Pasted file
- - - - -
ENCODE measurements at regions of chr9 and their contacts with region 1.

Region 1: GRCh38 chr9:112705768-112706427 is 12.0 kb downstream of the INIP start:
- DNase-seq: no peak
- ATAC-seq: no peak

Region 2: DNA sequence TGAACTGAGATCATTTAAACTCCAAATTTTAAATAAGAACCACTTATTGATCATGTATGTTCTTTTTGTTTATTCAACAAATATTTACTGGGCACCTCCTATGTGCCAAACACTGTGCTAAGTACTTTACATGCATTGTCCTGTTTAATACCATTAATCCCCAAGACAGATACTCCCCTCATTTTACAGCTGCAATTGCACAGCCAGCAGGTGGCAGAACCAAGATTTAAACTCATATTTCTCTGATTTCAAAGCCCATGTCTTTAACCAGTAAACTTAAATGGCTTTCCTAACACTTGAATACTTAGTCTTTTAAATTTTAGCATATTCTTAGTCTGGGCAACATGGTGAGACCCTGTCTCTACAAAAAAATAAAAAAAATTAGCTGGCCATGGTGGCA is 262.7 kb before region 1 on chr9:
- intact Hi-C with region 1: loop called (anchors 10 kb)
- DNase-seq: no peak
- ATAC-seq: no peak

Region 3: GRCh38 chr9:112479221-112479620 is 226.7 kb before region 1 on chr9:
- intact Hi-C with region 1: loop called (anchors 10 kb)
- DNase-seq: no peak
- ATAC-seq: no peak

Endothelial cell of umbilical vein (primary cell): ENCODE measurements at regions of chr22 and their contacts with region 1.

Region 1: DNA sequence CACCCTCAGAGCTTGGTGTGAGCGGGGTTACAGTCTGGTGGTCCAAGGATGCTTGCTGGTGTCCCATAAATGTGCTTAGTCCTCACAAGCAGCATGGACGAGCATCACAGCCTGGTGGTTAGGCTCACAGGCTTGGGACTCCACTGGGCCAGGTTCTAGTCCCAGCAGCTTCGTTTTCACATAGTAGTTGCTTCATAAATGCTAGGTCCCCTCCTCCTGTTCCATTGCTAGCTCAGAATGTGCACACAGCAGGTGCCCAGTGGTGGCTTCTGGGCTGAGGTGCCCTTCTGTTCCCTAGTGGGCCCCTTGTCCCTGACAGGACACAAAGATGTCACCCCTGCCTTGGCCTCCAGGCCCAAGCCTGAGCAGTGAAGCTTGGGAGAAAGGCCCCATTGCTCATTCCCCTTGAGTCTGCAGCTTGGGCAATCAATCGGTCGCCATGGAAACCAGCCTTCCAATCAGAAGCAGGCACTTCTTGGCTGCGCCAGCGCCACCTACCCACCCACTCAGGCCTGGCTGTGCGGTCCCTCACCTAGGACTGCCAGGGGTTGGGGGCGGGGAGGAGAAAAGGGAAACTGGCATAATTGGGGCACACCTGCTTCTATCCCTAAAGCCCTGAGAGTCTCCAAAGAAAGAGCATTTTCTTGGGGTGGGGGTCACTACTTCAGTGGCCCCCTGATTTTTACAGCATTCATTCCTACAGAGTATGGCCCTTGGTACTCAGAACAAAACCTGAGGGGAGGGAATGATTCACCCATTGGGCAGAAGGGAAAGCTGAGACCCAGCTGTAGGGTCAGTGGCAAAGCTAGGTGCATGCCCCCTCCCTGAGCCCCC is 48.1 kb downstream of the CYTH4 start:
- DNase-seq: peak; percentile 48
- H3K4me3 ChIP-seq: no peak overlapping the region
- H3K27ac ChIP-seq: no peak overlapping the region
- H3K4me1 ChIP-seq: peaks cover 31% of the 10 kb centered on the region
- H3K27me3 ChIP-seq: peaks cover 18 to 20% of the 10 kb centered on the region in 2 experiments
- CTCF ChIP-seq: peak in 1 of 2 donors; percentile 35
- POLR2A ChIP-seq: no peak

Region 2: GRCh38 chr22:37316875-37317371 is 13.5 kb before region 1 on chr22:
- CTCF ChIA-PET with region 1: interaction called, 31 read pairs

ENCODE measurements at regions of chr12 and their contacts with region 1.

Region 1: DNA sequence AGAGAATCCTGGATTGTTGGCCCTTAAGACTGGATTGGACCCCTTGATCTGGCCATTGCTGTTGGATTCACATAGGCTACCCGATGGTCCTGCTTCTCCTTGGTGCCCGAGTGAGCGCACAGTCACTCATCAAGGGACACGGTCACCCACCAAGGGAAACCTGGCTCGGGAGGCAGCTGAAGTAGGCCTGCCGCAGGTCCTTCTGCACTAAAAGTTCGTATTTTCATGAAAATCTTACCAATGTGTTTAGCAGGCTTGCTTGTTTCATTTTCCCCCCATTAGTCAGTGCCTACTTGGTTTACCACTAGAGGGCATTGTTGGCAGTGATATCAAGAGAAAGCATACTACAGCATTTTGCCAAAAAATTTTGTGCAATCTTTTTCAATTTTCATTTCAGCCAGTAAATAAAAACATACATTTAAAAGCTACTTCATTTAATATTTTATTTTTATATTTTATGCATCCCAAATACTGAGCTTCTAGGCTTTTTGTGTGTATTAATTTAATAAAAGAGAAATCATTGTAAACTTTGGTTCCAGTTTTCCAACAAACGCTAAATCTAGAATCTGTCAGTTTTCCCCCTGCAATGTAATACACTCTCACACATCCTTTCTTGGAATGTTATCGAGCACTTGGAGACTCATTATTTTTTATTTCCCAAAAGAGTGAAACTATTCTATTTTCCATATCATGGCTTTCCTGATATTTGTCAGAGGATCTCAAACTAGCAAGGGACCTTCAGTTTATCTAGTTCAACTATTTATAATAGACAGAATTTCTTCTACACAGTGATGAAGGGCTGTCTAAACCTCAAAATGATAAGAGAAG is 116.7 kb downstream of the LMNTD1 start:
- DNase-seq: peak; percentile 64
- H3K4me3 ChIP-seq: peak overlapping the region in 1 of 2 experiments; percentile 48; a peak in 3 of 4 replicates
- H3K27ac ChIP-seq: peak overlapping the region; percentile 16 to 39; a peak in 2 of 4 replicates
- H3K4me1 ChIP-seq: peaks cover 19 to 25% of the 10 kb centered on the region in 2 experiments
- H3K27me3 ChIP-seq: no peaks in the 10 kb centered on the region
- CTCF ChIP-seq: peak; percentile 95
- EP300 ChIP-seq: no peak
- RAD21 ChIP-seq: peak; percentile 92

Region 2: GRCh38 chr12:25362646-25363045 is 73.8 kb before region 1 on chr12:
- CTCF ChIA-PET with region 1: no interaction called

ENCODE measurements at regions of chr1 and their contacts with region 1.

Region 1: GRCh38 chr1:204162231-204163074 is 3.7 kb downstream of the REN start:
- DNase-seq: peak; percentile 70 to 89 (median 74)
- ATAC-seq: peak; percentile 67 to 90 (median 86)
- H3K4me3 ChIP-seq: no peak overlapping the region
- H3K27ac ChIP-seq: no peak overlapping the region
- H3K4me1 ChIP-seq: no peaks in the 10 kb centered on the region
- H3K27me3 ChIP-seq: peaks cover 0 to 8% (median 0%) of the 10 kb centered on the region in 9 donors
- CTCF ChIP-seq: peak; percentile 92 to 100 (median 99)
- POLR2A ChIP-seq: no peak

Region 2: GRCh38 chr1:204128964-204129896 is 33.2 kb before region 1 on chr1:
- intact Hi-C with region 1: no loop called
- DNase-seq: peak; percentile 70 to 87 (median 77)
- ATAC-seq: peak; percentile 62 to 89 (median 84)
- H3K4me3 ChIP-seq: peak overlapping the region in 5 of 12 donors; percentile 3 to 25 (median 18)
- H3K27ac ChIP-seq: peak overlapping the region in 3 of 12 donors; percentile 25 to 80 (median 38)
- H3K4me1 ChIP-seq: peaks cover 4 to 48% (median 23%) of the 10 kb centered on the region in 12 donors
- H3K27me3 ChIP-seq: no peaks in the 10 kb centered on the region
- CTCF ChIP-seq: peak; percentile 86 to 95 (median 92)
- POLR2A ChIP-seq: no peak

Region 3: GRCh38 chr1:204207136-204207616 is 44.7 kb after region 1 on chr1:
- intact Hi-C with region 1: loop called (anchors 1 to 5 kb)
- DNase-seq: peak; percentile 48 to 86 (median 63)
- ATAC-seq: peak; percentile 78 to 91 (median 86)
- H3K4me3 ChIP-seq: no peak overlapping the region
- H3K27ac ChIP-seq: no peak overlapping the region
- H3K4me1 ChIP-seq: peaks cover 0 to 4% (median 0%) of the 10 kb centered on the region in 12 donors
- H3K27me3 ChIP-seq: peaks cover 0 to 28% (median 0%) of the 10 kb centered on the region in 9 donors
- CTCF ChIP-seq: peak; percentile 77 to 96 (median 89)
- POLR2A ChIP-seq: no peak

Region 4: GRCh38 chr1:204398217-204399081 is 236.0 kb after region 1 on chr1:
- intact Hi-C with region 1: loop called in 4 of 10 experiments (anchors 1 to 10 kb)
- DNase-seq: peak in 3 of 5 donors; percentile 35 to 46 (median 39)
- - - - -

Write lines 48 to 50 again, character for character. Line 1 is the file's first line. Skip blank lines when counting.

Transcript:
- DNase-seq: peak; percentile 70 to 87 (median 77)
- ATAC-seq: peak; percentile 62 to 89 (median 84)
- H3K4me3 ChIP-seq: peak overlapping the region in 5 of 12 donors; percentile 3 to 25 (median 18)